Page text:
Three other utilities — Austin Energy (Texas), Eugene Water and Electric Board (Oregon), and Clallum County Public Utility District (Washington) — offer a fixed-rate green power product, which also provides customers with protection from fuel-price changes. The most successful of these programs is the GreenChoice program offered by Austin Energy, which in 2005 accounted for nearly 20% of all green power sales by the nation's utilities. The utility signs 10-year, fixed-price wind energy supply contracts and likewise requires its customers to commit to a 10-year green power purchase. The program has proven extremely popular with larger commercial customers who, in addition to buying renewable energy, are able to lock in a hedge against future fossil energy price volatility. GreenChoice customers have also seen the utility's base rates increase above those charged for green power.
Why don't more utilities offer fixed-rate green power products or fuel-price exemptions? Utilities are generally risk averse and are concerned that customers will drop the green power service and leave the utility with "stranded" investments in renewable energy projects. Many utilities (and their regulators) strictly avoid any cross-subsidization between green power customers and other customer classes. The Austin Energy model works, in large measure, because the utility and the city are willing to accept these risks. On the other hand, the great success of the Austin program clearly shows that customers place a high value on the fixed-price characteristic of the product.
Renewable Energy Certificate Price Trends
Increasingly, REC sales have come to dominate the green power market. In particular, large national-scale companies and organizations find RECs to be an attractive green power option because of their greater flexibility in cost and procurement. Because RECs can be derived from renewable energy projects located anywhere in the country, there is a greater level of competition among suppliers, which exerts downward pressure on prices. The figure below, compiled from a very limited sample of publicly available data on large REC purchases, shows that, similar to green pricing, REC prices have declined considerably in recent years. REC prices tend to be lower than utility green pricing premiums, again owing to a greater level of competition among suppliers and a national marketplace for RECs. In fact, published market data for October 2006 shows a price range of from $0.015/kWh to $0.009/kWh for nonsolar voluntary REC offers.
Note: In 2004, three publicly announced REC deals were priced at $0.015/kWh.
Whether REC prices will continue to fall is an open question. Because of global demand pressures, market prices for wind turbines and solar modules have been rising, which have in turn increased the costs of some new renewable energy projects. However, costs are also rising for construction of new power plants that use conventional fuels, which may negate any near-term impact on REC prices. Competition for RECs could also heat up as renewable portfolio standard (RPS) policies proliferate and compliance requirements ramp up. Nevertheless, REC prices remain low, and early indications are that 2007 will experience significant growth in green power sales. For example, in October 2006, the EPA Green Power Partnership announced that total annual renewable energy purchase commitments among its partners had risen to more than 7 billion kWh, up from about 4 billion kWh at the end of 2005.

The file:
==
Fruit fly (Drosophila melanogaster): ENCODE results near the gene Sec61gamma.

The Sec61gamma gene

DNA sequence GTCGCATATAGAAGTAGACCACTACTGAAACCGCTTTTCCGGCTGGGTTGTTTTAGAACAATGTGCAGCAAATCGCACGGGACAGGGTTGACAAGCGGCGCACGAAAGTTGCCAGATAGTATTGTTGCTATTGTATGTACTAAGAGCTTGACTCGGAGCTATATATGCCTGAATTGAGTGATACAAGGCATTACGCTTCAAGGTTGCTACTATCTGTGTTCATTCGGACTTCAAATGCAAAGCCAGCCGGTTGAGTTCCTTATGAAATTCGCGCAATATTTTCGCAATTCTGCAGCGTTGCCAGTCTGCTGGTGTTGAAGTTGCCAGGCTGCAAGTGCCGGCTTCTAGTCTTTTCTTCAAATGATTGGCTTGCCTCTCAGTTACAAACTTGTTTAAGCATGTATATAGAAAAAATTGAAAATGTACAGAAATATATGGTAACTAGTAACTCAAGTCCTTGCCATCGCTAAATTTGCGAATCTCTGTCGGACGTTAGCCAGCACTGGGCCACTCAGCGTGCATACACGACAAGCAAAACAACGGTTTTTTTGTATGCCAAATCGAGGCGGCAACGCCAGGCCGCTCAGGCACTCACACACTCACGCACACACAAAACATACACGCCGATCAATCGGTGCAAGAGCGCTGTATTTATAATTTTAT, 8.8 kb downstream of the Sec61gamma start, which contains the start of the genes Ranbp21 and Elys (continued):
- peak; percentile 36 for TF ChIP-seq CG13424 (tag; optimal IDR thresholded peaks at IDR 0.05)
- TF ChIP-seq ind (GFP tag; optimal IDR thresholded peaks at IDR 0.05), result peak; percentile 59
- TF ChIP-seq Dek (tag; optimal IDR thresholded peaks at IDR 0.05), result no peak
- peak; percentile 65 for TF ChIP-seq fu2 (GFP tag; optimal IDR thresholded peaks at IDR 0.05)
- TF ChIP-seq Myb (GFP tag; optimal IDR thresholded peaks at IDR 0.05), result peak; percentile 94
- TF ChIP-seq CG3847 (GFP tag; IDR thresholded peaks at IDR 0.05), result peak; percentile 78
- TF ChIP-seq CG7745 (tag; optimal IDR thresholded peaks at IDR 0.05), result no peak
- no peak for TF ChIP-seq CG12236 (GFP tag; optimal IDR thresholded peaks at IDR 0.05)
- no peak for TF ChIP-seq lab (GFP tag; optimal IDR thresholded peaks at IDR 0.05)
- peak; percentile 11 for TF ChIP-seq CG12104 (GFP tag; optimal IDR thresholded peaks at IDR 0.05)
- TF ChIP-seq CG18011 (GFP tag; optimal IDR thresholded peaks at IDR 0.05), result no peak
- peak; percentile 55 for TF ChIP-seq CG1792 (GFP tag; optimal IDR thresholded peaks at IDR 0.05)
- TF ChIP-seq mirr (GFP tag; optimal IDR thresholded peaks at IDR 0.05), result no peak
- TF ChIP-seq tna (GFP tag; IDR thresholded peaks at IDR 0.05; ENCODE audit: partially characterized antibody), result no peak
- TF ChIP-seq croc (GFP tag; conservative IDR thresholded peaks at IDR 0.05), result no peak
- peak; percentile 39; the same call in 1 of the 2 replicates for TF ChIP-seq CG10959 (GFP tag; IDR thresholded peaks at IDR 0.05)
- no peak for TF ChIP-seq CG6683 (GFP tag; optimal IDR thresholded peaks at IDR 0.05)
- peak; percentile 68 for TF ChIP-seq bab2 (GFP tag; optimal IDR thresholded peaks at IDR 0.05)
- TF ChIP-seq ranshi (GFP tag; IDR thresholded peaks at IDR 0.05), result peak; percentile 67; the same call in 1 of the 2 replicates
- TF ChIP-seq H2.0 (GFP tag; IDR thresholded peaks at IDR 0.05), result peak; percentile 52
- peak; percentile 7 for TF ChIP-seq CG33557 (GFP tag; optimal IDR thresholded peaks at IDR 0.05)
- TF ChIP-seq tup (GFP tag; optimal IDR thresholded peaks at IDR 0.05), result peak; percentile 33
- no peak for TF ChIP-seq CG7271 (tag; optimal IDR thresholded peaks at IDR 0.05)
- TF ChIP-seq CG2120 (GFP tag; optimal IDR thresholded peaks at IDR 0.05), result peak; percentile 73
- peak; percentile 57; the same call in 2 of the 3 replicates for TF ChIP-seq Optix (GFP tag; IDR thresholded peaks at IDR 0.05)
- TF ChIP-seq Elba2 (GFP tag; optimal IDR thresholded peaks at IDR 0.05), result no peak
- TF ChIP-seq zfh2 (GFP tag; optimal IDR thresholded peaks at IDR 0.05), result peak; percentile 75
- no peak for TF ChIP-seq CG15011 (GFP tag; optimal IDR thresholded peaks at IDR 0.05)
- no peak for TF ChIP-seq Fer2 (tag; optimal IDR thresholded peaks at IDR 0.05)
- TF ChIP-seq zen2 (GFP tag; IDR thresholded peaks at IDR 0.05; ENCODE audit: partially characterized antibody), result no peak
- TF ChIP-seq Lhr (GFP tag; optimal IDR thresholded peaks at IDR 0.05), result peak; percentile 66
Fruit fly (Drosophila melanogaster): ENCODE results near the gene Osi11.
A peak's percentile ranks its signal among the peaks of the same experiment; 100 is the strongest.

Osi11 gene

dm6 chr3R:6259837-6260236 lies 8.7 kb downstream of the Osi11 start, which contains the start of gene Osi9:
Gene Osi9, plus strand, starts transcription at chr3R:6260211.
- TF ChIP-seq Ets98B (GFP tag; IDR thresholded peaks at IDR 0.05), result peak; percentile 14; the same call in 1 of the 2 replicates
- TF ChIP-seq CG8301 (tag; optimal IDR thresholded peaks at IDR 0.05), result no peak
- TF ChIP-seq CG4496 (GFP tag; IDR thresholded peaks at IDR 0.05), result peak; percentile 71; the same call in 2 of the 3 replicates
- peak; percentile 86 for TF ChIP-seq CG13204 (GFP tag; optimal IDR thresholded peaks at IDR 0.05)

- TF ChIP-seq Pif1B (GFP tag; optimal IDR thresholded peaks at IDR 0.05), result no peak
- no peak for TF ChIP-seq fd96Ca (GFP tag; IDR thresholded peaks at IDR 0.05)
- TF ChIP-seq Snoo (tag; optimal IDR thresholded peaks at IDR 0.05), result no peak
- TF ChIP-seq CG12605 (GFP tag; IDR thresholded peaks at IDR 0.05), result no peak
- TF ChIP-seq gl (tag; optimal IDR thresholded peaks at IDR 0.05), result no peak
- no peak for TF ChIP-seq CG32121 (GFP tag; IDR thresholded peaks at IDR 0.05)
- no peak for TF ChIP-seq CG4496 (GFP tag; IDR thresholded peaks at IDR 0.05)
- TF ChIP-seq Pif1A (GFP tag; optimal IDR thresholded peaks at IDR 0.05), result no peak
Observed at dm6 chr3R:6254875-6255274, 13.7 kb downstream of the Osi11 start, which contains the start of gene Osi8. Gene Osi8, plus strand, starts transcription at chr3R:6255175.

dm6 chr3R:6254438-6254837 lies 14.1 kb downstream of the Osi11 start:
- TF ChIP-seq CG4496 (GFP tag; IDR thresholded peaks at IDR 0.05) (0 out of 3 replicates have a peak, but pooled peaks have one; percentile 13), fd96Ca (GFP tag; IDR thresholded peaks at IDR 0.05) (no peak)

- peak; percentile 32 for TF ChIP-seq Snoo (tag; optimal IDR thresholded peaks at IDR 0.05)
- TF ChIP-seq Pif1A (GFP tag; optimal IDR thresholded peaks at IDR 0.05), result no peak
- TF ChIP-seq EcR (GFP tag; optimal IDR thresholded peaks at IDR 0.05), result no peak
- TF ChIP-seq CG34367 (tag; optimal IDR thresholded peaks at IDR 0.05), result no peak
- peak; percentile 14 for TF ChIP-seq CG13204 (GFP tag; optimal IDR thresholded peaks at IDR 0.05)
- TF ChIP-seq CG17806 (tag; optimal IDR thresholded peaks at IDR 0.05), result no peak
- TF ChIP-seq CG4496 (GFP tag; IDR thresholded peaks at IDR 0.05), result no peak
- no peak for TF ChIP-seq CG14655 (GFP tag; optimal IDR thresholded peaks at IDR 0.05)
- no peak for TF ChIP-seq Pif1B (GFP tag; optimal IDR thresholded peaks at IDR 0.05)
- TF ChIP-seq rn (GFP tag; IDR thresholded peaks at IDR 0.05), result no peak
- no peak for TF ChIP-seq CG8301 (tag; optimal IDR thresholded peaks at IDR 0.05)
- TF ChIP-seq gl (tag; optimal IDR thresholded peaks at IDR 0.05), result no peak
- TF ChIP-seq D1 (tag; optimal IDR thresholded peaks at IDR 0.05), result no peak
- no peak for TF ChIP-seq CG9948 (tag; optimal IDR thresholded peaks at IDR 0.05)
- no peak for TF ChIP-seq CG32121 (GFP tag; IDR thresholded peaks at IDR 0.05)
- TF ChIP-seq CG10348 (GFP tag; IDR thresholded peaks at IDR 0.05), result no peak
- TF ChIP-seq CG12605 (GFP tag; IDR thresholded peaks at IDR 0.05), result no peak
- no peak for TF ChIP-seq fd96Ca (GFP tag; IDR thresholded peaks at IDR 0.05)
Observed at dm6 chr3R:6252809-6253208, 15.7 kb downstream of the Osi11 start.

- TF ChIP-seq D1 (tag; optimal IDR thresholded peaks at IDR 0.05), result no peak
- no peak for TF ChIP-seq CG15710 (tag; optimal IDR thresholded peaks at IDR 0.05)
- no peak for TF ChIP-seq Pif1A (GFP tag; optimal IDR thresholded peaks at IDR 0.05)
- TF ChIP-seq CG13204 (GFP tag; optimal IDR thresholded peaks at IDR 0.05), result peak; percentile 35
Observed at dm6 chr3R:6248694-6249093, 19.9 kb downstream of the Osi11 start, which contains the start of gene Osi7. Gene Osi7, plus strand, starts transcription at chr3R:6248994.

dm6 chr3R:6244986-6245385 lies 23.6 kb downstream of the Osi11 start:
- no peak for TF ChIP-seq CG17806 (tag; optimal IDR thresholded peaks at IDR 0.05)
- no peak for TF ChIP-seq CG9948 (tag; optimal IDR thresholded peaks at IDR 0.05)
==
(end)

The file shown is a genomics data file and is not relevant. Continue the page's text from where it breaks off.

Key Market Issues and Challenges
Green power markets do not operate in isolation from other markets, and like all energy markets are subject to impacts and changes in policies by federal and state governments. Two policies that could have a strong effect on the continued growth of green power markets deal with the reduction of greenhouse gases through carbon trading markets and RPS.
Impact of Emerging Carbon Markets
Renewable energy purchases provide a number of benefits, but many consumer purchases have been motivated, at least in part, by their greenhouse gas benefits. Green power purchasing is an accessible and relatively easy way for consumers, companies, and organizations to reduce their carbon footprints.
Carbon control policies have the potential to substantially influence voluntary markets for renewable energy. Carbon regulation is now emerging in the Northeast under the Regional Greenhouse Gas Initiative (RGGI) and in California as a result of recently adopted legislation. There is increased discussion about carbon regulation at the national level as well. Both RGGI and California plan to implement cap-and-trade programs to achieve carbon reductions, similar to the successful national sulfur dioxide cap-and-trade system developed under the Clean Air Act Amendments of 1990 to address acid rain.
Under a carbon cap-and-trade program, the extent to which renewable energy generation sources affect carbon emissions levels will depend on the program design; for example, whether renewable generation sources are allocated allowances that can be retired or are otherwise considered in setting the level of the cap. This in turn will affect the claims that renewable energy generators and marketers can make with respect to carbon reductions. If cap-and-trade programs are designed such that voluntary green power purchases do not lead to overall carbon emission reductions, this will limit the greenhouse gas benefit claims of purchasers and pose a challenge for green power marketers.
The design of emerging regulatory programs to reduce carbon emissions will thus have important implications for the operation — and perhaps even the viability — of voluntary renewable energy markets in the future. In the meantime, a growing number of companies and organizations are marketing carbon-offset products to help consumers reduce their carbon footprints, covering everything from offsetting the carbon emissions associated with personal car and air travel to "greening" the electricity used at business conferences. Carbon offsets face many of the same issues and challenges of definition, verification, and certification as green power; in fact, verifying carbon offsets is more challenging than for green power because of the wide array of offset activities.